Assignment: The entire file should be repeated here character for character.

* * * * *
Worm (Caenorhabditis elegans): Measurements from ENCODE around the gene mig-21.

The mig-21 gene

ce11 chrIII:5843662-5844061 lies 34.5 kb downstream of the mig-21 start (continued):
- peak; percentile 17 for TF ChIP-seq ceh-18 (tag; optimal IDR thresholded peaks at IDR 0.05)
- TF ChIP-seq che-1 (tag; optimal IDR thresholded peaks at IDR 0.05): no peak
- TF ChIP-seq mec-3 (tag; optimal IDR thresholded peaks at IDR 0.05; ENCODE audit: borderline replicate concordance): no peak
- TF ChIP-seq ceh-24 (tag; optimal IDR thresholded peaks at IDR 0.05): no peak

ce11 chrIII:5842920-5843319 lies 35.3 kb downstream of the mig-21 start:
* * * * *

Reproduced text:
Worm (Caenorhabditis elegans): Measurements from ENCODE around the gene mig-21.

The mig-21 gene

ce11 chrIII:5843662-5844061 lies 34.5 kb downstream of the mig-21 start (continued):
- peak; percentile 17 for TF ChIP-seq ceh-18 (tag; optimal IDR thresholded peaks at IDR 0.05)
- TF ChIP-seq che-1 (tag; optimal IDR thresholded peaks at IDR 0.05): no peak
- TF ChIP-seq mec-3 (tag; optimal IDR thresholded peaks at IDR 0.05; ENCODE audit: borderline replicate concordance): no peak
- TF ChIP-seq ceh-24 (tag; optimal IDR thresholded peaks at IDR 0.05): no peak

ce11 chrIII:5842920-5843319 lies 35.3 kb downstream of the mig-21 start: